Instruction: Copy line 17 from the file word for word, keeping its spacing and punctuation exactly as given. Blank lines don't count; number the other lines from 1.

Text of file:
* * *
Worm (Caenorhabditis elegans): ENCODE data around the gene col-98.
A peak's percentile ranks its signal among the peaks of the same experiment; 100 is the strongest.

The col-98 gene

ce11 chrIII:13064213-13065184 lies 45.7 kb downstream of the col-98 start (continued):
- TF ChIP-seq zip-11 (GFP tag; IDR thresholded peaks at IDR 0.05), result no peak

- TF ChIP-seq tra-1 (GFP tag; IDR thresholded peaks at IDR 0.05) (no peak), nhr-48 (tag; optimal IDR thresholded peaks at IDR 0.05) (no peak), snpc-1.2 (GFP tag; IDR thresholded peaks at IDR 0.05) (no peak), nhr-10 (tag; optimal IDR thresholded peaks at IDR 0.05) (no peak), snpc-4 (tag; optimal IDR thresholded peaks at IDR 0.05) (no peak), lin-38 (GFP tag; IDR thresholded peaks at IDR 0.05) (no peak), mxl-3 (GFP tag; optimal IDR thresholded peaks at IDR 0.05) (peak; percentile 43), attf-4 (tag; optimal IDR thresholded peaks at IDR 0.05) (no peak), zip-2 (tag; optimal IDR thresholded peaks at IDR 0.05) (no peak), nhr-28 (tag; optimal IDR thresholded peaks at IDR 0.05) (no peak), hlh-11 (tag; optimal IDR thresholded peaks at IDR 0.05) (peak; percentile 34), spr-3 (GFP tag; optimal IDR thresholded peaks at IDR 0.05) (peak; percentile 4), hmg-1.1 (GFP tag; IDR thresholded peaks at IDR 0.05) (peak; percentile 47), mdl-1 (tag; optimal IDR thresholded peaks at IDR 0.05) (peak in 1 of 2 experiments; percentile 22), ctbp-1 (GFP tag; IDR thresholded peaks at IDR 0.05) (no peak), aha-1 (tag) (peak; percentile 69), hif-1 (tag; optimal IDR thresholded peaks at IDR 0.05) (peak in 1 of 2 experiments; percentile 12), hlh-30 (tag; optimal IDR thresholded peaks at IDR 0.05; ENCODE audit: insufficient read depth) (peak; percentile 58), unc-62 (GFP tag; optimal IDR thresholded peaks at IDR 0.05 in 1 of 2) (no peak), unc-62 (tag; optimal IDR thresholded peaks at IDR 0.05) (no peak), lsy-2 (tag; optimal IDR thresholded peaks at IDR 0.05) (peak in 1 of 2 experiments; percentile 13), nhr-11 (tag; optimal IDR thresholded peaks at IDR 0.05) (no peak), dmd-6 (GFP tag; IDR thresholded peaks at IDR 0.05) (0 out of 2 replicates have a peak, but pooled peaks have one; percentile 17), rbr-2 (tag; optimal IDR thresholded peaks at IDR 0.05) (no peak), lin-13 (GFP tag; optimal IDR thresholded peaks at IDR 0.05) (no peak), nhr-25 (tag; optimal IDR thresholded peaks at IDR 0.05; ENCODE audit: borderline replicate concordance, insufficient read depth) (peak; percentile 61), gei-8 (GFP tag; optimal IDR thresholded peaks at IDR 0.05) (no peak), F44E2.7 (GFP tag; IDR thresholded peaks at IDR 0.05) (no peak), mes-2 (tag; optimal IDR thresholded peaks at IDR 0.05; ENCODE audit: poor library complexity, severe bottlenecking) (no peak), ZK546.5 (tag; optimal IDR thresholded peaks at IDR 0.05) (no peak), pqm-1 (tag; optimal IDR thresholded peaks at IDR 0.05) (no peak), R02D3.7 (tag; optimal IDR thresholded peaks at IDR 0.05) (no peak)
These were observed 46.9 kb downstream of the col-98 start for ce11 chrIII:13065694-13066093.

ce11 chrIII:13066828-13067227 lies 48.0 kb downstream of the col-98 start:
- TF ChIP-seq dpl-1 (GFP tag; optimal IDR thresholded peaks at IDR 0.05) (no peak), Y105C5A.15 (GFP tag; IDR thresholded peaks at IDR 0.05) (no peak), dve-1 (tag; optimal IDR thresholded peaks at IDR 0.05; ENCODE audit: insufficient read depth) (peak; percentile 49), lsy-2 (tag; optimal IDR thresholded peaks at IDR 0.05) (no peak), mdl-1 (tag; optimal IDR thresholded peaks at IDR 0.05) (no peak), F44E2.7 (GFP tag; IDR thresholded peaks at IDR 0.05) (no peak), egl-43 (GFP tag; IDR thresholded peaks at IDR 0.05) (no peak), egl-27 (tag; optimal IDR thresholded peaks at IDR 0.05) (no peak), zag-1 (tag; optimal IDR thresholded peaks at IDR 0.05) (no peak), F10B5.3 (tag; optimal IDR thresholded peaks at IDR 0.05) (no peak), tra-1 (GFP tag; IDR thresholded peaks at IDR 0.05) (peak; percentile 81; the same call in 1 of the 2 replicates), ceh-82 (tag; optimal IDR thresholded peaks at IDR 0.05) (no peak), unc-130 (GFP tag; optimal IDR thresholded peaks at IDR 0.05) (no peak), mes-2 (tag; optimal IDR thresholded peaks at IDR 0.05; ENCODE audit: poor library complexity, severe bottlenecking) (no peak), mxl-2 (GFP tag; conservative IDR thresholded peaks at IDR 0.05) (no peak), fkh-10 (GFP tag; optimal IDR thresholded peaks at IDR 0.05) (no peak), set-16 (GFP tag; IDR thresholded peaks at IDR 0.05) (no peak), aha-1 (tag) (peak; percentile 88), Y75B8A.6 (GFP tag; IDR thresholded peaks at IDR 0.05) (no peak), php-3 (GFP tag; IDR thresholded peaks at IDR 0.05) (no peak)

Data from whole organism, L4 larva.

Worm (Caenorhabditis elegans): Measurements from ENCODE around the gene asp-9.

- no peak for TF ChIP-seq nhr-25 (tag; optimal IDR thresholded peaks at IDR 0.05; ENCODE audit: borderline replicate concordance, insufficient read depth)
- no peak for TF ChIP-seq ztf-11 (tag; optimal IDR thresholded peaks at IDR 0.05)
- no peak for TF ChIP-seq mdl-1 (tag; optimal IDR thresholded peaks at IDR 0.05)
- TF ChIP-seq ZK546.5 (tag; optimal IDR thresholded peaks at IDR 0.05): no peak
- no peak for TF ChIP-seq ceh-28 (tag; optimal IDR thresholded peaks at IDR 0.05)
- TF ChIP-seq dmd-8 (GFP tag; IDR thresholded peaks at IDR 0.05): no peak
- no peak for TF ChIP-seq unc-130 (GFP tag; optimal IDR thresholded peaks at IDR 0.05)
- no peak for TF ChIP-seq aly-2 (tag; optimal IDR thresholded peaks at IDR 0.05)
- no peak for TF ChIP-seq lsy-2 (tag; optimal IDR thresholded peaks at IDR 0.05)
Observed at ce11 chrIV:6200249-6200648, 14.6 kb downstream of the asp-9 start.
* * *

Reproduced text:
- TF ChIP-seq dmd-8 (GFP tag; IDR thresholded peaks at IDR 0.05): no peak